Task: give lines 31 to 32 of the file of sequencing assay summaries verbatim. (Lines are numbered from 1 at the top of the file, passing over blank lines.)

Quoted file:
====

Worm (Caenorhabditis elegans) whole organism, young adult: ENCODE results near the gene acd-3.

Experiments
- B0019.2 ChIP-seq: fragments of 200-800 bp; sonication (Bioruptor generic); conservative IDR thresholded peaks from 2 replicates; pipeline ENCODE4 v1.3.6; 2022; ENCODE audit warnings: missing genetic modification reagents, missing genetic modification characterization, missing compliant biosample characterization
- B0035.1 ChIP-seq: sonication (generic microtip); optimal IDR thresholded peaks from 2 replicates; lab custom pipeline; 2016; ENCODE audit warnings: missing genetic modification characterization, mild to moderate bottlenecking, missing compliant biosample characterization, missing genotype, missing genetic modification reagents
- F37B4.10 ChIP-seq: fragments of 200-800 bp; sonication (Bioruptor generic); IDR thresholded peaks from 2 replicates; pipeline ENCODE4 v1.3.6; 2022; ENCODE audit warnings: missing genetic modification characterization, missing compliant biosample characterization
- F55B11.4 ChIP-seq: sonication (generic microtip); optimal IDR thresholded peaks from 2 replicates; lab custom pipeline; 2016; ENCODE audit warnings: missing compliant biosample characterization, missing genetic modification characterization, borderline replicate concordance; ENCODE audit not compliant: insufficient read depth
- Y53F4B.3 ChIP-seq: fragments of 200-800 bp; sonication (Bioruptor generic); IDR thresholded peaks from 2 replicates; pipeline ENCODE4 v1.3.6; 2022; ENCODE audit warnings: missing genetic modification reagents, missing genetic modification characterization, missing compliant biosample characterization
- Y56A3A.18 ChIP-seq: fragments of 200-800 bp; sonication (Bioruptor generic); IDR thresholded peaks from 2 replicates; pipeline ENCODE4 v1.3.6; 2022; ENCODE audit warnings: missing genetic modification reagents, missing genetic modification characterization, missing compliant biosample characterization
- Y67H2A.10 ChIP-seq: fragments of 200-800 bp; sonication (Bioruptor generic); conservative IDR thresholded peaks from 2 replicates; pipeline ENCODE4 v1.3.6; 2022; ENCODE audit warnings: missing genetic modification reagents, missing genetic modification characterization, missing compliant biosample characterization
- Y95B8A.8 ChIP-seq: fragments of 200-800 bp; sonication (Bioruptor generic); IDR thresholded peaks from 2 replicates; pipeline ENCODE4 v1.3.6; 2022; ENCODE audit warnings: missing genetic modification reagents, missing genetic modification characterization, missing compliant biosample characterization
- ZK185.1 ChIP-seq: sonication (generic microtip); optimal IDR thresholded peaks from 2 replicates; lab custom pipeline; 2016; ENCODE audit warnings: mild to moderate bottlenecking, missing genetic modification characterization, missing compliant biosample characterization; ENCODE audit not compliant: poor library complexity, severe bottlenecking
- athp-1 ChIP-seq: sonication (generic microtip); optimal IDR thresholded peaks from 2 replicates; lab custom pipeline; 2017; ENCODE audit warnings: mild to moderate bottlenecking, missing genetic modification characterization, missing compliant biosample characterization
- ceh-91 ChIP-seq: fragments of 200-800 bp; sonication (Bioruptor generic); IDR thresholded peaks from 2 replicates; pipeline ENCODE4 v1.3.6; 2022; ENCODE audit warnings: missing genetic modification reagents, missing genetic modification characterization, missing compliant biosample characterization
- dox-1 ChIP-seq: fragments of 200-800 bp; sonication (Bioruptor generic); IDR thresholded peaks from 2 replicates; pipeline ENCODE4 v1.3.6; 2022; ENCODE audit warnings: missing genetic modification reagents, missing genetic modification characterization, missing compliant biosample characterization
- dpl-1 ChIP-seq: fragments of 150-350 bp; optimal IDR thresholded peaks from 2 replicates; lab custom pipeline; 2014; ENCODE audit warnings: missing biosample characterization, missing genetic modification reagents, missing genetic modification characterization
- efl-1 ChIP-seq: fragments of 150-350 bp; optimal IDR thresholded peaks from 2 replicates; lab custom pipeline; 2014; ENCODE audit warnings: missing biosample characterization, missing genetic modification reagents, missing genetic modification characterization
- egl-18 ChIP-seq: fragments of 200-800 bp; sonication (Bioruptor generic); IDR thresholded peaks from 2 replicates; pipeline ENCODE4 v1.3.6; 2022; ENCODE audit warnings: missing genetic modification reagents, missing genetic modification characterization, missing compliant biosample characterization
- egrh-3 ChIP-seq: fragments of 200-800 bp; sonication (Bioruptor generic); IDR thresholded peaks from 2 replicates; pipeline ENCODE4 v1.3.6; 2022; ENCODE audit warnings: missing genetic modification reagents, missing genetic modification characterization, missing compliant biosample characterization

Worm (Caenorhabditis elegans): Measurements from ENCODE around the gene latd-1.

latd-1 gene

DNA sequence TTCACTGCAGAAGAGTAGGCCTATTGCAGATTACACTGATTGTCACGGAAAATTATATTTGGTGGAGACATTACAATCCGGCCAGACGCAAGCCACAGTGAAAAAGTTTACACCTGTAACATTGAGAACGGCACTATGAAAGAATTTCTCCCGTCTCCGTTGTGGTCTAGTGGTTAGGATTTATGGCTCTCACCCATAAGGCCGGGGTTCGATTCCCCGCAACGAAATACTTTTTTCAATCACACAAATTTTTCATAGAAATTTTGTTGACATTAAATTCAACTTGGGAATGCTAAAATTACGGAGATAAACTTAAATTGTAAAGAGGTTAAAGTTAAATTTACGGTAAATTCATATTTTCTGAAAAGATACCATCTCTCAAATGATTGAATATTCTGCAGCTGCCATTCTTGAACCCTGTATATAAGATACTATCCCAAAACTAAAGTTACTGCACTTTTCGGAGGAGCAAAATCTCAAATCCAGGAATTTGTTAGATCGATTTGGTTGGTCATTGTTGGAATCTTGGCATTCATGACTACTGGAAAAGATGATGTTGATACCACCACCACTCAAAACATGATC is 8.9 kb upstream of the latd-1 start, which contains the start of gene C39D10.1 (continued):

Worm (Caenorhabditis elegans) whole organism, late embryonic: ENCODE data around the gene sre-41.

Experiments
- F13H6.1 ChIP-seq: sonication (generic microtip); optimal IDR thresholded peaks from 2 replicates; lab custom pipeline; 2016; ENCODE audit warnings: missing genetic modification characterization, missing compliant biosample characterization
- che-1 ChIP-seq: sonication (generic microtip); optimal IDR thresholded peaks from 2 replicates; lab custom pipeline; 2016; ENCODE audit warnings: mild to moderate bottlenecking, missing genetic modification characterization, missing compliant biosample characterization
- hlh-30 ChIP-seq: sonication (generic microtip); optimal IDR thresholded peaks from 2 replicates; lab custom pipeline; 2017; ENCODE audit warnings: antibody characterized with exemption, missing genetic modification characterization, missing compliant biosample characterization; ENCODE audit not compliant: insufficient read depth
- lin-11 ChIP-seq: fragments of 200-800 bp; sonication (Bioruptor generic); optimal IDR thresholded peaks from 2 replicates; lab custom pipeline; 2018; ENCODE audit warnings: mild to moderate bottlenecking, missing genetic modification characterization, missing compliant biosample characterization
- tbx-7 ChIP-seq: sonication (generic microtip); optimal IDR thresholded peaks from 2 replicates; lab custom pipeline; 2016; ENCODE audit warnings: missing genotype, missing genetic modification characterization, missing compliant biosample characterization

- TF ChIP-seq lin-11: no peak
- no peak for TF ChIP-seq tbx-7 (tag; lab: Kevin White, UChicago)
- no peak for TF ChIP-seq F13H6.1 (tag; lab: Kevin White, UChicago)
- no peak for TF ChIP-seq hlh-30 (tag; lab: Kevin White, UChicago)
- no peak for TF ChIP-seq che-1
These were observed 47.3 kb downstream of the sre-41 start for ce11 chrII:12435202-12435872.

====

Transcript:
- no peak for TF ChIP-seq F13H6.1 (tag; lab: Kevin White, UChicago)
- no peak for TF ChIP-seq hlh-30 (tag; lab: Kevin White, UChicago)